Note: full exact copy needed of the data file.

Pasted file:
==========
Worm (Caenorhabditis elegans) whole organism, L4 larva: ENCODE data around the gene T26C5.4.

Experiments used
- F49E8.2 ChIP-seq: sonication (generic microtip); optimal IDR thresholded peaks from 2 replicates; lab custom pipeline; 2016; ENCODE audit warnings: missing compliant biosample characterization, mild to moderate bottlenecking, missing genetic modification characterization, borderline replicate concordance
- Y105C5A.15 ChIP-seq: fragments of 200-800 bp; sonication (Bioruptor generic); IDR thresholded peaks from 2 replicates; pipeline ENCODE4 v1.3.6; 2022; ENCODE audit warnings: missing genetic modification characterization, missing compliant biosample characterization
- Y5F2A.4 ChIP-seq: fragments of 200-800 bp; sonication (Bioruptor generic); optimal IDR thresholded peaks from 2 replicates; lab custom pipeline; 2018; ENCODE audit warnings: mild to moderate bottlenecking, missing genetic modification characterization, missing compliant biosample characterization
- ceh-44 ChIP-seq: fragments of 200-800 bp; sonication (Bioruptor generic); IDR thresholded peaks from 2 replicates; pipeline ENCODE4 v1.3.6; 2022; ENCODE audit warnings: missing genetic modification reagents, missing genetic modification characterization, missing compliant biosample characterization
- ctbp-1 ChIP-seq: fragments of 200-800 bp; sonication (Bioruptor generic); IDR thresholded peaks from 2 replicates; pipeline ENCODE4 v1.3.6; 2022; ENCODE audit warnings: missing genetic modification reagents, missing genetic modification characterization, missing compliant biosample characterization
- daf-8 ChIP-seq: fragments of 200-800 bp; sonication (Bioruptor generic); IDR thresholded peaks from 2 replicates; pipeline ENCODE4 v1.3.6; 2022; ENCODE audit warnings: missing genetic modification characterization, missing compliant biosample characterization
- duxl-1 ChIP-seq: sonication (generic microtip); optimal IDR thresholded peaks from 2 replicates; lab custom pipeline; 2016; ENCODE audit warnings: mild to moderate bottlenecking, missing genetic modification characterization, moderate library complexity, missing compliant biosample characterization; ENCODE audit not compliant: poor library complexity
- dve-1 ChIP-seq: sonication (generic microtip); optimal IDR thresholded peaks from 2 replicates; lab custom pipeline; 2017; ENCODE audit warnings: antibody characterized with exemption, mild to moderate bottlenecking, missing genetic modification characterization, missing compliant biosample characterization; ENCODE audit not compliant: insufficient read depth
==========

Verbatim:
Worm (Caenorhabditis elegans) whole organism, L4 larva: ENCODE data around the gene T26C5.4.

Experiments used
- F49E8.2 ChIP-seq: sonication (generic microtip); optimal IDR thresholded peaks from 2 replicates; lab custom pipeline; 2016; ENCODE audit warnings: missing compliant biosample characterization, mild to moderate bottlenecking, missing genetic modification characterization, borderline replicate concordance
- Y105C5A.15 ChIP-seq: fragments of 200-800 bp; sonication (Bioruptor generic); IDR thresholded peaks from 2 replicates; pipeline ENCODE4 v1.3.6; 2022; ENCODE audit warnings: missing genetic modification characterization, missing compliant biosample characterization
- Y5F2A.4 ChIP-seq: fragments of 200-800 bp; sonication (Bioruptor generic); optimal IDR thresholded peaks from 2 replicates; lab custom pipeline; 2018; ENCODE audit warnings: mild to moderate bottlenecking, missing genetic modification characterization, missing compliant biosample characterization
- ceh-44 ChIP-seq: fragments of 200-800 bp; sonication (Bioruptor generic); IDR thresholded peaks from 2 replicates; pipeline ENCODE4 v1.3.6; 2022; ENCODE audit warnings: missing genetic modification reagents, missing genetic modification characterization, missing compliant biosample characterization
- ctbp-1 ChIP-seq: fragments of 200-800 bp; sonication (Bioruptor generic); IDR thresholded peaks from 2 replicates; pipeline ENCODE4 v1.3.6; 2022; ENCODE audit warnings: missing genetic modification reagents, missing genetic modification characterization, missing compliant biosample characterization
- daf-8 ChIP-seq: fragments of 200-800 bp; sonication (Bioruptor generic); IDR thresholded peaks from 2 replicates; pipeline ENCODE4 v1.3.6; 2022; ENCODE audit warnings: missing genetic modification characterization, missing compliant biosample characterization
- duxl-1 ChIP-seq: sonication (generic microtip); optimal IDR thresholded peaks from 2 replicates; lab custom pipeline; 2016; ENCODE audit warnings: mild to moderate bottlenecking, missing genetic modification characterization, moderate library complexity, missing compliant biosample characterization; ENCODE audit not compliant: poor library complexity
- dve-1 ChIP-seq: sonication (generic microtip); optimal IDR thresholded peaks from 2 replicates; lab custom pipeline; 2017; ENCODE audit warnings: antibody characterized with exemption, mild to moderate bottlenecking, missing genetic modification characterization, missing compliant biosample characterization; ENCODE audit not compliant: insufficient read depth